Rachel's Challenge comes to Waynesboro

Columbine victimâEUR(TM)s sister to speak to sixth- through 12th-graders

Columbine victimâEUR(TM)s sister to speak to sixth- through 12th-graders

January 24, 2008|By JENNIFER FITCH

WAYNESBORO, PA. ? Rachel Scott was a 17-year-old girl who once wrote in a school essay that "compassion is the greatest form of love humans have to offer."

But it was without compassion that on April 20, 1999, Eric Harris and Dylan Klebold entered Columbine High School in Colorado and gunned down classmates.

The first fatality was Rachel Scott.

On Jan. 30 and 31, in tribute to Rachel, her sister will speak to Waynesboro's sixth- through 12th-graders to issue "Rachel's Challenge." The program asks youths to pledge to eliminate prejudice, dare to dream, choose their influences, use kind words and start a chain reaction.

"I have this theory that if one person can go out of their way to show compassion, then it will start a chain reaction of the same. People will never know how far a little kindness can go," Rachel wrote.


The speaker and school district have opened a Wednesday evening presentation to the community, extending special invitations to parents of the district's secondary students.

"It takes a group effort to have very positive influences. The idea is to challenge the students and parents to teach that extra step to make sure people feel included," said Rita Sterner-Hine, principal of Hooverville Elementary School.

Superintendent Barry Dallara recently told the school board that "we worked really hard for two months or longer ... to have the assembly come to us."

"It came very highly recommended to our superintendent," said Sterner-Hine, whose children are enrolled in Waynesboro schools.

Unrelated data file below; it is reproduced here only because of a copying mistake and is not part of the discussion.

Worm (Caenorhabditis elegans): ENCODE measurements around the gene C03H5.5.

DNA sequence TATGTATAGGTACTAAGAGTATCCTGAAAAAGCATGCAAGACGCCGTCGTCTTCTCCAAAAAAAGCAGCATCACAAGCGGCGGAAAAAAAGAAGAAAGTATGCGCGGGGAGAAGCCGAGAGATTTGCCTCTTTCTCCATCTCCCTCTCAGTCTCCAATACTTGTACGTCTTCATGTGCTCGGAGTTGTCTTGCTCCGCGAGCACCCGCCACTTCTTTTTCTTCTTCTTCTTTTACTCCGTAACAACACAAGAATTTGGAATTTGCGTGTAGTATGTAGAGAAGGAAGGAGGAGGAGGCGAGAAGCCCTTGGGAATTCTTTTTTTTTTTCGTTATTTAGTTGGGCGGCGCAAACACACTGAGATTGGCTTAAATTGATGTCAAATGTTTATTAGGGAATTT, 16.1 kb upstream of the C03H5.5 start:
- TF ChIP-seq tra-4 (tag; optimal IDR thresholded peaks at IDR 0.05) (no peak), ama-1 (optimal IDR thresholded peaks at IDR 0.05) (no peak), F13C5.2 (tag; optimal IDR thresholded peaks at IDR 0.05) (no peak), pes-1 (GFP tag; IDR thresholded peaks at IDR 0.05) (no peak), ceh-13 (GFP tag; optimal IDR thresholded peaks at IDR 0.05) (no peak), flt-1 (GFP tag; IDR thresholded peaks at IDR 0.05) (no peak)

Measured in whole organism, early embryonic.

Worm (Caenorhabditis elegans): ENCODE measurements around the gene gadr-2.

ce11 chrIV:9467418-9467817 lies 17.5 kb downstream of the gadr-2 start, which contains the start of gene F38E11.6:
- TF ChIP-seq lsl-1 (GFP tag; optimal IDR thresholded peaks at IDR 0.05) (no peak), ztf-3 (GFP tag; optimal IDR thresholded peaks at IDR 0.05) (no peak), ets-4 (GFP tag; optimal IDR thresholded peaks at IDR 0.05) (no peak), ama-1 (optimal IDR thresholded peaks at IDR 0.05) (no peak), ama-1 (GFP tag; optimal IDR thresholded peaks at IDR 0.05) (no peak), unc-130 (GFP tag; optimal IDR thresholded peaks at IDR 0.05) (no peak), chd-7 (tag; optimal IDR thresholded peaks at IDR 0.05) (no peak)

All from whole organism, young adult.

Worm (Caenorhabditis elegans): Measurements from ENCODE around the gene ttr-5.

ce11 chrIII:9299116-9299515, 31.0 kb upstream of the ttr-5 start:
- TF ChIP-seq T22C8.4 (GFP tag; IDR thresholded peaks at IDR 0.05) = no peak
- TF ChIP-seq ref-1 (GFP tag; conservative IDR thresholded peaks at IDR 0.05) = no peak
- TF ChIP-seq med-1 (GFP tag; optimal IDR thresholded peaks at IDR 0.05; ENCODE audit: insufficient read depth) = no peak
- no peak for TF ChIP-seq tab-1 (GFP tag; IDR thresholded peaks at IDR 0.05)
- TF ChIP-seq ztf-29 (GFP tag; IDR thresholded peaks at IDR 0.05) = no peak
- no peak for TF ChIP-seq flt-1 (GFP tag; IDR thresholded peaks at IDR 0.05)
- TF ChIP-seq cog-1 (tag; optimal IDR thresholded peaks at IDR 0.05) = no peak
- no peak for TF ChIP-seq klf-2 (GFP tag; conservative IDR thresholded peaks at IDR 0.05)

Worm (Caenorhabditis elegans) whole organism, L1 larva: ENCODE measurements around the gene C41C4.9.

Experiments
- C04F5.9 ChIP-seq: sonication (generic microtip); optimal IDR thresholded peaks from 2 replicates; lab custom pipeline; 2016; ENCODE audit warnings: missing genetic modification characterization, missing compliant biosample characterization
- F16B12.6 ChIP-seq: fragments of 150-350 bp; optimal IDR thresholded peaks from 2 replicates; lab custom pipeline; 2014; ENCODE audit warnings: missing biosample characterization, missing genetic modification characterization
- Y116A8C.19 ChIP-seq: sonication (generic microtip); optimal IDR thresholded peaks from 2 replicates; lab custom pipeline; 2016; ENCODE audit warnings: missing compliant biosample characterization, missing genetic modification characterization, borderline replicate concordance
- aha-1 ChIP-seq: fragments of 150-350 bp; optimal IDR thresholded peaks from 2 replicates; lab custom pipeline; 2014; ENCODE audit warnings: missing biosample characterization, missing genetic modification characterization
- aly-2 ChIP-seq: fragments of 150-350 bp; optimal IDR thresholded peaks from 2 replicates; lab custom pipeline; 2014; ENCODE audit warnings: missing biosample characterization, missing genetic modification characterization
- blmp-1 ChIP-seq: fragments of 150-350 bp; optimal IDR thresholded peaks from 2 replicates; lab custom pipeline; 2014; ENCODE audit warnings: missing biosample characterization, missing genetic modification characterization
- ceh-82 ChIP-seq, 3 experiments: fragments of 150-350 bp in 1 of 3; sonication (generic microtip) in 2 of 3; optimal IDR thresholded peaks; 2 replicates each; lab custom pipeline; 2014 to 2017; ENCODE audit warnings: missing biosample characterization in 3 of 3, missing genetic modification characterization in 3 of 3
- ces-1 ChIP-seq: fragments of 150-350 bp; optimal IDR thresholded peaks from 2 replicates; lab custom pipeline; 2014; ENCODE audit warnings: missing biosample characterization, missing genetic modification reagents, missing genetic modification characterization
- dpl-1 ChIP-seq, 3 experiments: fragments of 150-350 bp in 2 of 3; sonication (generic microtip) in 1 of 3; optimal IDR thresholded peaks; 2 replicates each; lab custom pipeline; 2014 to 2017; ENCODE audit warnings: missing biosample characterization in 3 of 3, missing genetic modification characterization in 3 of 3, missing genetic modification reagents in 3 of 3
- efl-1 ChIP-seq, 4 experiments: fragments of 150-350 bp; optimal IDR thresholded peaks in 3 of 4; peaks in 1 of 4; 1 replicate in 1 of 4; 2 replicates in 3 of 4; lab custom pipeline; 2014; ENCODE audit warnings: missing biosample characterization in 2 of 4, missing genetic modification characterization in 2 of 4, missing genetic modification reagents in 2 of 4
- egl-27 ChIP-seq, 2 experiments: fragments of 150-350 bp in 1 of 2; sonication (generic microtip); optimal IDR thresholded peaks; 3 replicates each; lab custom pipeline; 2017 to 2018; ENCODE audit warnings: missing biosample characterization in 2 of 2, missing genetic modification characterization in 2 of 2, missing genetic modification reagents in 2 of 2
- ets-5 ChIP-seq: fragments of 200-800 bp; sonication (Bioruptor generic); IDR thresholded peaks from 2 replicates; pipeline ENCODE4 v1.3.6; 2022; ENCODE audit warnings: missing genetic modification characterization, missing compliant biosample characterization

Program to reinforce Character Counts! education

She said the schools are not planning to discuss the Columbine tragedy in detail, but rather are asking parents to address the matter with their children before the assemblies.

Assistant Superintendent Gloria Walker said the program will reinforce the Character Counts! education under way in district schools. Character Counts! teaches the "six pillars of character," which are trustworthiness, respect, responsibility, fairness, caring and citizenship.

"It's part of our Character Counts! to show children they have a responsibility to keep not only themselves but others safe," Walker said.

A goal of issuing Rachel's Challenge locally will be to show "how violence can affect all people," she said.

Rachel's family, on, describes her as fun, goofy, dramatic, and as someone who shined.

They say she had traced her hands on an old piece of furniture and wrote:

"These hands belong to Rachel Joy Scott and will some day touch millions of people's hearts."

If you go ...

What: Rachel's Challenge, a program promoting compassion through the story of the first victim at Columbine High School

When: Wednesday, Jan. 30, 7 p.m.

Where: Waynesboro Area Middle School, 702 E. Second St.

For more information, go to or call 717-762-1191.

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